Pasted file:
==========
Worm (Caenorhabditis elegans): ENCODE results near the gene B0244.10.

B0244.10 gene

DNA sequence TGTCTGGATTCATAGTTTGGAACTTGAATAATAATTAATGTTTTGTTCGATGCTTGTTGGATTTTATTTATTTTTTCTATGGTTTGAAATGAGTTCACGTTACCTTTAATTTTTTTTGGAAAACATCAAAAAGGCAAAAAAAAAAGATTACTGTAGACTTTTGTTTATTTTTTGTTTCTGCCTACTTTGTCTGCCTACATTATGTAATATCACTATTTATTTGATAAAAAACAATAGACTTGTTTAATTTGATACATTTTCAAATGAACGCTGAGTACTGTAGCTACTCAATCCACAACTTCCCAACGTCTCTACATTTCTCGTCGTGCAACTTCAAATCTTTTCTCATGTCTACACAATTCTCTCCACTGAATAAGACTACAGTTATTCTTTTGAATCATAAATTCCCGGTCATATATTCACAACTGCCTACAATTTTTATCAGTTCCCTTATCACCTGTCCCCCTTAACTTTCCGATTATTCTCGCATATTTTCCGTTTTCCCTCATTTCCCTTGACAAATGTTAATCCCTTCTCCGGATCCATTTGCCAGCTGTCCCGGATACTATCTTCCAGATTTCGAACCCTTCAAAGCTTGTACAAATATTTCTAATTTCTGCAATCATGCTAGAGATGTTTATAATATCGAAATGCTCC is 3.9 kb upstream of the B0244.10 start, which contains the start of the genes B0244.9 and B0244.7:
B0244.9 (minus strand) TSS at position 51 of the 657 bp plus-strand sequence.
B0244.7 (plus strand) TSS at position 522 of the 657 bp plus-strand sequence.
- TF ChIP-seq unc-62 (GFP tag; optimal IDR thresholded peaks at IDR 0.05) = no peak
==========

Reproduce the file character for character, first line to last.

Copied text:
Worm (Caenorhabditis elegans): ENCODE results near the gene B0244.10.

B0244.10 gene

DNA sequence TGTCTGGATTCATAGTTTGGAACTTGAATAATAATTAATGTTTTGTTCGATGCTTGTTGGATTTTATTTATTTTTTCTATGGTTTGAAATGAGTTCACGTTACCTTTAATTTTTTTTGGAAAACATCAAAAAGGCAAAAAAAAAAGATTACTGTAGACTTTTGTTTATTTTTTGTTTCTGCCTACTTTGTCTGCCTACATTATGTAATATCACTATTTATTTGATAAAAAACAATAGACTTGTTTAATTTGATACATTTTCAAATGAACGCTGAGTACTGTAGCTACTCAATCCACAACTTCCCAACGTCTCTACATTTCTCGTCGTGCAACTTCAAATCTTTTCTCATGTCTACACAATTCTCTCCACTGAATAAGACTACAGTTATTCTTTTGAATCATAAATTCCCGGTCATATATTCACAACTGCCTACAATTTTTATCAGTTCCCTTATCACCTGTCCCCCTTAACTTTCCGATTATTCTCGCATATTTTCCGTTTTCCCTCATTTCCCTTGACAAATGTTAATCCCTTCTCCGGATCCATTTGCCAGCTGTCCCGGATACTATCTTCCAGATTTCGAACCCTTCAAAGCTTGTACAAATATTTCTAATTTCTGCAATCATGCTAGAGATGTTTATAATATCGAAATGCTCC is 3.9 kb upstream of the B0244.10 start, which contains the start of the genes B0244.9 and B0244.7:
B0244.9 (minus strand) TSS at position 51 of the 657 bp plus-strand sequence.
B0244.7 (plus strand) TSS at position 522 of the 657 bp plus-strand sequence.
- TF ChIP-seq unc-62 (GFP tag; optimal IDR thresholded peaks at IDR 0.05) = no peak